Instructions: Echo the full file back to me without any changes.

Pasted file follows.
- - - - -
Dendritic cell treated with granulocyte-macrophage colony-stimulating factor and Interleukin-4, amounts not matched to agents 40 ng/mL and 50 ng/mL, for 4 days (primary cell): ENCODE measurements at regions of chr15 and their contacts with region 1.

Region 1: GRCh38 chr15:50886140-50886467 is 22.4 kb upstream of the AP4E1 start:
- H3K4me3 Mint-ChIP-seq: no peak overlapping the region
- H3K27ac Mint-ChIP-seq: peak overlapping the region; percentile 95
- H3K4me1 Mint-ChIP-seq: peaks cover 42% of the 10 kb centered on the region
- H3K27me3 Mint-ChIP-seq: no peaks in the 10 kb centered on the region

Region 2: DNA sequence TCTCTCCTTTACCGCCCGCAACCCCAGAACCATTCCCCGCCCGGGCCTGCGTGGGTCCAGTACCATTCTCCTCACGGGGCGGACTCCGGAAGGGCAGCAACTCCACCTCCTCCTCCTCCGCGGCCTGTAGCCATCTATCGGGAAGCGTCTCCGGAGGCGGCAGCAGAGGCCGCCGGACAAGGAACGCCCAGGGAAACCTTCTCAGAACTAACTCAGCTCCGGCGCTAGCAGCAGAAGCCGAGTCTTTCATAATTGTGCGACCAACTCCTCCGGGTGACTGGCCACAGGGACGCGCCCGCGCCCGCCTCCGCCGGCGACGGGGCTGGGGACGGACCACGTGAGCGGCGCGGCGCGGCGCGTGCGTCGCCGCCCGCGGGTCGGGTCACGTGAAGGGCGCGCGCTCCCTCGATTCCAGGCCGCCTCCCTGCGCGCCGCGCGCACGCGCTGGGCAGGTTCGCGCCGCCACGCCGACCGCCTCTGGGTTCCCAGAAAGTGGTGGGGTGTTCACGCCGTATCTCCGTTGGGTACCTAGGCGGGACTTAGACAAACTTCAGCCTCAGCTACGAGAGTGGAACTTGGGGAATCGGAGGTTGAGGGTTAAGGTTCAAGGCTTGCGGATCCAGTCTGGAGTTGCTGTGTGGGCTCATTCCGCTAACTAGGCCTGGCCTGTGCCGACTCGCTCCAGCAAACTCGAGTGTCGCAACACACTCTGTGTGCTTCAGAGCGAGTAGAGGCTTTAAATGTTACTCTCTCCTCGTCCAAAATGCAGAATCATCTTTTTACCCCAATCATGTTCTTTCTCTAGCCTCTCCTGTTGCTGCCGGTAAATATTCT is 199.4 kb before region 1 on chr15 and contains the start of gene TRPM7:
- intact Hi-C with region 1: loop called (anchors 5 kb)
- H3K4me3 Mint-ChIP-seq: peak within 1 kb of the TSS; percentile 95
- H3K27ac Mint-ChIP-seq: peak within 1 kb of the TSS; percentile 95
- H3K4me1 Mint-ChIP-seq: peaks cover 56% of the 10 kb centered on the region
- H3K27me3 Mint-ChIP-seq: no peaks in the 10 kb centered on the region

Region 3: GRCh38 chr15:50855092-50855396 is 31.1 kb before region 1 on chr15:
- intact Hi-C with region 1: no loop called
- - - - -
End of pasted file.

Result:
Dendritic cell treated with granulocyte-macrophage colony-stimulating factor and Interleukin-4, amounts not matched to agents 40 ng/mL and 50 ng/mL, for 4 days (primary cell): ENCODE measurements at regions of chr15 and their contacts with region 1.

Region 1: GRCh38 chr15:50886140-50886467 is 22.4 kb upstream of the AP4E1 start:
- H3K4me3 Mint-ChIP-seq: no peak overlapping the region
- H3K27ac Mint-ChIP-seq: peak overlapping the region; percentile 95
- H3K4me1 Mint-ChIP-seq: peaks cover 42% of the 10 kb centered on the region
- H3K27me3 Mint-ChIP-seq: no peaks in the 10 kb centered on the region

Region 2: DNA sequence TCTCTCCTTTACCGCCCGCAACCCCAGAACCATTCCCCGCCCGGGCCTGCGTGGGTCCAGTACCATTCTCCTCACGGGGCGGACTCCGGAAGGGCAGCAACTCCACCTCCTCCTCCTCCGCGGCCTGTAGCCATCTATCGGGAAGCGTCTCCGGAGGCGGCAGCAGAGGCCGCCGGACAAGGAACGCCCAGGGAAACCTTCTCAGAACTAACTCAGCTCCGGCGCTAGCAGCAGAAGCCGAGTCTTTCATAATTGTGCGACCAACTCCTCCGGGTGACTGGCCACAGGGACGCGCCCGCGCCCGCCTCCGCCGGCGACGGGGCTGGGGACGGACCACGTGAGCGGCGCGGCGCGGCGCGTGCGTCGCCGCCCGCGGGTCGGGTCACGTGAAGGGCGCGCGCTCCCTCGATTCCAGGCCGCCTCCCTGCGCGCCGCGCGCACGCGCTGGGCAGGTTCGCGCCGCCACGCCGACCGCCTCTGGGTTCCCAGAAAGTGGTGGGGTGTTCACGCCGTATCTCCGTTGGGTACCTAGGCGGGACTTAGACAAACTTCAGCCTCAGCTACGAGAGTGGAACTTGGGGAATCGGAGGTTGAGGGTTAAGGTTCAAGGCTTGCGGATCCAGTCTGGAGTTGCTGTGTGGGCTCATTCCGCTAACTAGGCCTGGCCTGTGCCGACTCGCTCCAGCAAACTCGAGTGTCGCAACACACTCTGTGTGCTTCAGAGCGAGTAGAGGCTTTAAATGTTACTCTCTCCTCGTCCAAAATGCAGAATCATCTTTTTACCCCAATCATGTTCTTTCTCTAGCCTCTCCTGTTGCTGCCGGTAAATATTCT is 199.4 kb before region 1 on chr15 and contains the start of gene TRPM7:
- intact Hi-C with region 1: loop called (anchors 5 kb)
- H3K4me3 Mint-ChIP-seq: peak within 1 kb of the TSS; percentile 95
- H3K27ac Mint-ChIP-seq: peak within 1 kb of the TSS; percentile 95
- H3K4me1 Mint-ChIP-seq: peaks cover 56% of the 10 kb centered on the region
- H3K27me3 Mint-ChIP-seq: no peaks in the 10 kb centered on the region

Region 3: GRCh38 chr15:50855092-50855396 is 31.1 kb before region 1 on chr15:
- intact Hi-C with region 1: no loop called